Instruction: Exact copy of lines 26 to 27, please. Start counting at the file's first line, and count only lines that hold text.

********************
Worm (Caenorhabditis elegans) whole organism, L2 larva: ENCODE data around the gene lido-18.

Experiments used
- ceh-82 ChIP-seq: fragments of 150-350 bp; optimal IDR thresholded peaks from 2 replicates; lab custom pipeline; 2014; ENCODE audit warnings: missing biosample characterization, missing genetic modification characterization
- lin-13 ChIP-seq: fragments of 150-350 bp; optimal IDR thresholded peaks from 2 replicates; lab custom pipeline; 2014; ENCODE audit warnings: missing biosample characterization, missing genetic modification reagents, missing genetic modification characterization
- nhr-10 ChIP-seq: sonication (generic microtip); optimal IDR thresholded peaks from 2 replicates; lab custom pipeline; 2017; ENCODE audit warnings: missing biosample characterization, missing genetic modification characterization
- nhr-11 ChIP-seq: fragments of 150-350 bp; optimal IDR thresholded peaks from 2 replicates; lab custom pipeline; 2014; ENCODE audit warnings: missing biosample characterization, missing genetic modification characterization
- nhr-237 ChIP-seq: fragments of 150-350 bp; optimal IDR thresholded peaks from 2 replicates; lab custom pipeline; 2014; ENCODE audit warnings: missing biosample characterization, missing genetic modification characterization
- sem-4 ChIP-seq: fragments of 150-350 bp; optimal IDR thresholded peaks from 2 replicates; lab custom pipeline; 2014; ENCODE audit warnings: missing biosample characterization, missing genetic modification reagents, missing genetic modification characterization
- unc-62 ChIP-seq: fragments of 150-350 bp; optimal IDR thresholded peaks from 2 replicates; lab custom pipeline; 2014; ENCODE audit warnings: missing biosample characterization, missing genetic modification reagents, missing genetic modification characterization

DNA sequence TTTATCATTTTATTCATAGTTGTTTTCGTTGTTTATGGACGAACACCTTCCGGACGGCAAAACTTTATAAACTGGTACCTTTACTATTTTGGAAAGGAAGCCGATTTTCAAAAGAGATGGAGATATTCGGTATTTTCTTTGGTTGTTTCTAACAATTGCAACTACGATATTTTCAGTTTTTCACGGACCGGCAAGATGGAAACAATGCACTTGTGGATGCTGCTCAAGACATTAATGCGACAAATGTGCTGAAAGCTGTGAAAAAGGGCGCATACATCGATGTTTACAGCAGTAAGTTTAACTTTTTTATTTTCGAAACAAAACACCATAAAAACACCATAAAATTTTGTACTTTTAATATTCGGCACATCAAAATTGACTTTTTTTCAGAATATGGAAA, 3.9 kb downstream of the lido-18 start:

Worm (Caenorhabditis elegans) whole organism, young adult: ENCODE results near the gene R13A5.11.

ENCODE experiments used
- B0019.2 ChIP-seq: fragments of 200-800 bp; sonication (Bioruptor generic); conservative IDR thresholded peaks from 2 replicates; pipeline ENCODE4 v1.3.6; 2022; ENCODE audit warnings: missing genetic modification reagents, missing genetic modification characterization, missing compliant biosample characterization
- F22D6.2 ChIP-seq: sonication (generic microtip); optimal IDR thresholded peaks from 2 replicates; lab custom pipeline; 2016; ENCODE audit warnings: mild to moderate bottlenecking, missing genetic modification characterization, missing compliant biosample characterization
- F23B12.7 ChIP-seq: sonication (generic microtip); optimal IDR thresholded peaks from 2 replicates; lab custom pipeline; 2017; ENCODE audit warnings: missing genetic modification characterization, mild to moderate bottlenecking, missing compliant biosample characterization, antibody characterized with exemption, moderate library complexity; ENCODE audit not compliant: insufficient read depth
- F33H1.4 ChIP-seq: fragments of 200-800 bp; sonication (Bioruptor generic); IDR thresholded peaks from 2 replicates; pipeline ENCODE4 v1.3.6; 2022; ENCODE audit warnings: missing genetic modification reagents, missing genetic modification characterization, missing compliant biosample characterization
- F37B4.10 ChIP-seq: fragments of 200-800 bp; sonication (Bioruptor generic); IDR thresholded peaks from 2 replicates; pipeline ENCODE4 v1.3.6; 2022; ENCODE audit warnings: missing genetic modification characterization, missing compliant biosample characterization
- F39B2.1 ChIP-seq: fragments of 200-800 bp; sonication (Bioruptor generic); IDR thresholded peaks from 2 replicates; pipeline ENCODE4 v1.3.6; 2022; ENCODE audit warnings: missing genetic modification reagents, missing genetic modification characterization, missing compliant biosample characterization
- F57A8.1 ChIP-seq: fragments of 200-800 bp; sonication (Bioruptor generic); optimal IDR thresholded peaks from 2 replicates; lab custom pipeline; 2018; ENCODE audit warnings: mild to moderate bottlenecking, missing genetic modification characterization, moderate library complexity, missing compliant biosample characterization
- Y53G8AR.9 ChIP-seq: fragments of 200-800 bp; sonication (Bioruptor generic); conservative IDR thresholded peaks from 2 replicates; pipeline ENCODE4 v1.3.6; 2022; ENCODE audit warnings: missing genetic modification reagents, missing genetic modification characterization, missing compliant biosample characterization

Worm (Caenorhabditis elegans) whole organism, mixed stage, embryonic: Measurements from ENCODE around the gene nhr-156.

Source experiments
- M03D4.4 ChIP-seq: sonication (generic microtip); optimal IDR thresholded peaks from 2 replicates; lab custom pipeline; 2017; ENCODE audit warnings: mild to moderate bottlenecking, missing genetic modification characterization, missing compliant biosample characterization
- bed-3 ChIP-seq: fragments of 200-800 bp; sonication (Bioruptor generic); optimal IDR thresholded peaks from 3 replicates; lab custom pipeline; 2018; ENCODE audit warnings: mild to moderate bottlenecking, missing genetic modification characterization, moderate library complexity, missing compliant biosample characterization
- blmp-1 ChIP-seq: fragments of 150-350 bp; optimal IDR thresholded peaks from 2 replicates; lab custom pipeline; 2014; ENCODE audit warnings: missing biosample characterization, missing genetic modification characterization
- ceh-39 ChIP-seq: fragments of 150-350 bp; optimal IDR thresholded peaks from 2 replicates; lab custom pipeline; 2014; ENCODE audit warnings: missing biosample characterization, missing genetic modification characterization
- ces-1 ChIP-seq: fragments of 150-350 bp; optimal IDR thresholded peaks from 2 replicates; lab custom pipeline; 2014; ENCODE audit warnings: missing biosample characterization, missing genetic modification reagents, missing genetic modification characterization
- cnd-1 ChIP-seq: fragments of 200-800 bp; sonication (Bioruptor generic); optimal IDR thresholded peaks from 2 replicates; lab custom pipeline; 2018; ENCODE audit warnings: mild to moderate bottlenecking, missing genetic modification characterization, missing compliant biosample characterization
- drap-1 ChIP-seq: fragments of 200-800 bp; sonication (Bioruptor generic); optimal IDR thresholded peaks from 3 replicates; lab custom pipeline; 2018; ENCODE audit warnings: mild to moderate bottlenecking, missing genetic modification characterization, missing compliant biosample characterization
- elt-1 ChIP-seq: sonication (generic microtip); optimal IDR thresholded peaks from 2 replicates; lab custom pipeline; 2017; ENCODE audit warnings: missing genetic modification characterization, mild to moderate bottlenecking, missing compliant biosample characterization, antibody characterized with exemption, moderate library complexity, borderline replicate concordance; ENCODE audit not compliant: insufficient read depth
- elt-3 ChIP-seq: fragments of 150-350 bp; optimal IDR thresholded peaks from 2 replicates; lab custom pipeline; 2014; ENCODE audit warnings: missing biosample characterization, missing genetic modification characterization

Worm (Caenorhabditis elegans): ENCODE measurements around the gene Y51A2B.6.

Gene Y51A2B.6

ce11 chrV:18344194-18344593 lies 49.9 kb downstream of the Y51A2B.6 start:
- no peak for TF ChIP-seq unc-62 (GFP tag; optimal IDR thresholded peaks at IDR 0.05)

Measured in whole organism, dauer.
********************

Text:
- ceh-39 ChIP-seq: fragments of 150-350 bp; optimal IDR thresholded peaks from 2 replicates; lab custom pipeline; 2014; ENCODE audit warnings: missing biosample characterization, missing genetic modification characterization
- ces-1 ChIP-seq: fragments of 150-350 bp; optimal IDR thresholded peaks from 2 replicates; lab custom pipeline; 2014; ENCODE audit warnings: missing biosample characterization, missing genetic modification reagents, missing genetic modification characterization